Profiles In Nursing
Mary Eliza Mahoney (1845-1926), America’s First Professionally Trained Black Nurse
The daughter of enslaved people, Mahoney distinguished herself as a nurse
This Boston-born nurse was a true pioneer: The first Black woman in the U.S. ever to earn a professional nursing degree.
A Country Torn by Slavery
When Mary Eliza Mahoney was born in 1845, slavery was still legally practiced in half the U.S. In states like North Carolina, where both of her parents had been enslaved, it was a serious crime to teach slaves to read and write, on the grounds that it had “a tendency to excite dissatisfaction in their minds and to produce insurrection and rebellion.”
Mahoney and her younger siblings were born in Massachusetts, which had been a free state since the 1780s, but even there, widespread discrimination and segregation, official or otherwise, remained the norm. It wasn’t until she was 10 years old that a new state law permitted Black children to attend school alongside their white peers.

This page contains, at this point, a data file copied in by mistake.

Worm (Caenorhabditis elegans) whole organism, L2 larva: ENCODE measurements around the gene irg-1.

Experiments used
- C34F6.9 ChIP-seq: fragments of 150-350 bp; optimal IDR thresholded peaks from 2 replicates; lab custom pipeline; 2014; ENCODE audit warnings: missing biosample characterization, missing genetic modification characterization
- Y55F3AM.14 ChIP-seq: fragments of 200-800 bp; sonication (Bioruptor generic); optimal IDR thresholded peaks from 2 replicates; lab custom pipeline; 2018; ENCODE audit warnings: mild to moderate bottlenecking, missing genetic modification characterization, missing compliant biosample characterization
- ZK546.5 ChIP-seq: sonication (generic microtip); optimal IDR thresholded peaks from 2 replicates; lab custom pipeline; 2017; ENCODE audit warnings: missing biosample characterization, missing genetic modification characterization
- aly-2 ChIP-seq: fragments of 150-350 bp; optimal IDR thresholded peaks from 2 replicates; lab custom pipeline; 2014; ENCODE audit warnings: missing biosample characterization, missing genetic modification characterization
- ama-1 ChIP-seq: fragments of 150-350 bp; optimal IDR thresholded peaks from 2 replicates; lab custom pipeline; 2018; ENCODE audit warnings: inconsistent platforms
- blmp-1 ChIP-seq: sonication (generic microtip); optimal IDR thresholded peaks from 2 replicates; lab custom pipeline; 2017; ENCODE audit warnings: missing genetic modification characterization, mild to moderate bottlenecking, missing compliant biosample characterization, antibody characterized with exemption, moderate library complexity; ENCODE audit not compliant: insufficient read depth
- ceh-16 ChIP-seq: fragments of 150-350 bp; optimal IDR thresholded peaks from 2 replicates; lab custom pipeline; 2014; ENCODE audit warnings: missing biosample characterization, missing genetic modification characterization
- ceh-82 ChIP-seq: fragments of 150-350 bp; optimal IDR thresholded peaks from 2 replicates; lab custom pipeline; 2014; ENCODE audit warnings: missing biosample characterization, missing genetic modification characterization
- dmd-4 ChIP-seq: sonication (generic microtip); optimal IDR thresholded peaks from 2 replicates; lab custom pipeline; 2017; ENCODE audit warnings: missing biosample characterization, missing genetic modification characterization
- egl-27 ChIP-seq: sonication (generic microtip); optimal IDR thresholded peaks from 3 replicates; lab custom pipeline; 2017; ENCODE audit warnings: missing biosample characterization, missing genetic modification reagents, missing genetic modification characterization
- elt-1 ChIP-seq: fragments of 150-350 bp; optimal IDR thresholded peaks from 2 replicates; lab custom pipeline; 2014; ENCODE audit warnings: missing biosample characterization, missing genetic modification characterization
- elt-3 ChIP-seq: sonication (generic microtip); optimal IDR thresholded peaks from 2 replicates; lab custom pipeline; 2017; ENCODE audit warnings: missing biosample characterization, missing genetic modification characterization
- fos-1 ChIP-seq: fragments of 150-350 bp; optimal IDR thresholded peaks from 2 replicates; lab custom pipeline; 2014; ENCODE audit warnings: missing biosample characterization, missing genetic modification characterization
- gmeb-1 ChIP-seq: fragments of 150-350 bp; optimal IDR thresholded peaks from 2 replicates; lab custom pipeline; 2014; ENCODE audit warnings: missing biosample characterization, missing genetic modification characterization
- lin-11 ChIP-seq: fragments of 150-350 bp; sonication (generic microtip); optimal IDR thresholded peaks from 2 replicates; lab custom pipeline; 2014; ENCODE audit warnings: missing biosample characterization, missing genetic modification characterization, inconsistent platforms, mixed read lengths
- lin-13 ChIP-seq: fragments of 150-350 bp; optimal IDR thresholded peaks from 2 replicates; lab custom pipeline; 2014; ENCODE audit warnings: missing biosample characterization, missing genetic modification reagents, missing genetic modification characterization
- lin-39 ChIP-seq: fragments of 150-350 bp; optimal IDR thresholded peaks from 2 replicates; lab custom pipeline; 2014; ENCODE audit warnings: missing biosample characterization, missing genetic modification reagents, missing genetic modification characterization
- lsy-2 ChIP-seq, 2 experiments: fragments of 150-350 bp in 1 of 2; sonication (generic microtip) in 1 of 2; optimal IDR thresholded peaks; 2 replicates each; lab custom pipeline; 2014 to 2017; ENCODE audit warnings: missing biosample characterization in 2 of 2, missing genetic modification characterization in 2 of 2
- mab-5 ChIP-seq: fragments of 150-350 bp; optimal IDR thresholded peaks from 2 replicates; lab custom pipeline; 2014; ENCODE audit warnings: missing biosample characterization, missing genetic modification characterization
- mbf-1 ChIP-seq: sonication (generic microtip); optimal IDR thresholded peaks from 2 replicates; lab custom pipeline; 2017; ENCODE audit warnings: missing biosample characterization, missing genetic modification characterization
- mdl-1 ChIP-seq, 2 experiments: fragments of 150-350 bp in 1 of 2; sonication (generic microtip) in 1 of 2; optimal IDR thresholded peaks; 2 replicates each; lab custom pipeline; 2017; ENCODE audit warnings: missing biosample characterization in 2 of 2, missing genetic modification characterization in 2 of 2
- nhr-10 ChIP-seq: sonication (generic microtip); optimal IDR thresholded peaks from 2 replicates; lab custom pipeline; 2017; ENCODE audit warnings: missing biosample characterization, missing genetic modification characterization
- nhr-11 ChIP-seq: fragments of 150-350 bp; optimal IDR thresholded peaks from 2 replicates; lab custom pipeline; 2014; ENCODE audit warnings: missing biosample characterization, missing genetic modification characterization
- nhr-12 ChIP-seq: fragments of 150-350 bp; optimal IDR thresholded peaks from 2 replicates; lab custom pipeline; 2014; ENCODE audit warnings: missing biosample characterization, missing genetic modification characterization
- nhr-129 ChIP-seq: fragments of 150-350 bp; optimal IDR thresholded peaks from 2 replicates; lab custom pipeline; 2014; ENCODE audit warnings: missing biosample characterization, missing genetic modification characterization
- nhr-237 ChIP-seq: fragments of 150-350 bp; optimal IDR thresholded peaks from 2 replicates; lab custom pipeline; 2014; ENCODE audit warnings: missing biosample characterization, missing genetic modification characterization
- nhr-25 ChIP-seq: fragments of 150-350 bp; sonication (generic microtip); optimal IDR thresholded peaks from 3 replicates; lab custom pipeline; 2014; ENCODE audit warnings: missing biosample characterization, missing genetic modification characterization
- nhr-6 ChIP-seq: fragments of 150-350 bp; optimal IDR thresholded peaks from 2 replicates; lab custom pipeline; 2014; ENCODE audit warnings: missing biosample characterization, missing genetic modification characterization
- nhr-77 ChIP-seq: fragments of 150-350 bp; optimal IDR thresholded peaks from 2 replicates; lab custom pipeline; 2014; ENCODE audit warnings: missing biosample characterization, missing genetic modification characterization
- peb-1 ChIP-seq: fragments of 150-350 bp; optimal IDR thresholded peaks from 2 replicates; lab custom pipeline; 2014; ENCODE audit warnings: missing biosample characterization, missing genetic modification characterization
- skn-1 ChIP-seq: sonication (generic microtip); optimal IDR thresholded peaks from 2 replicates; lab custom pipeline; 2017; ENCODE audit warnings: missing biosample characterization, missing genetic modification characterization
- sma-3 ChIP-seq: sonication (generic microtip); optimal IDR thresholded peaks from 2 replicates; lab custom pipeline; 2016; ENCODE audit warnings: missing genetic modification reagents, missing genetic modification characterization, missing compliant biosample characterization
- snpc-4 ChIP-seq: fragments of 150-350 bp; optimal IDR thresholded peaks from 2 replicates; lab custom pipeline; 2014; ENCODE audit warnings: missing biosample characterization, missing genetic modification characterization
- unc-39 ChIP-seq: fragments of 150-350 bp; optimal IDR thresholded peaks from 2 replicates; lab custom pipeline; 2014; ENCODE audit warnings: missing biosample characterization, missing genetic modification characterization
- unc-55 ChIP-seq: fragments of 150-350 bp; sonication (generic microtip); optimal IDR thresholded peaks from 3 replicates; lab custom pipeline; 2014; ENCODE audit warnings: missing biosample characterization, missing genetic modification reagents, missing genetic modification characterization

Mahoney took an interest in nursing as a teenager, but opportunities were scarce. Lay nursing paid poorly; there were as yet no formal training schools for nurses; and few institutions would hire people of color for any but the most menial work.
A Hospital Staffed by Women
July 1862, Marie Zakrzewska, M.D., a German-Polish immigrant who had been a midwife in Berlin before earning her medical degree, established a new hospital in Boston: the New England Hospital for Women and Children.
As its name implied, the hospital cared exclusively for female and pediatric patients. It was also operated and staffed entirely by women, providing sorely needed training and clinical practice opportunities for female physicians and surgeons.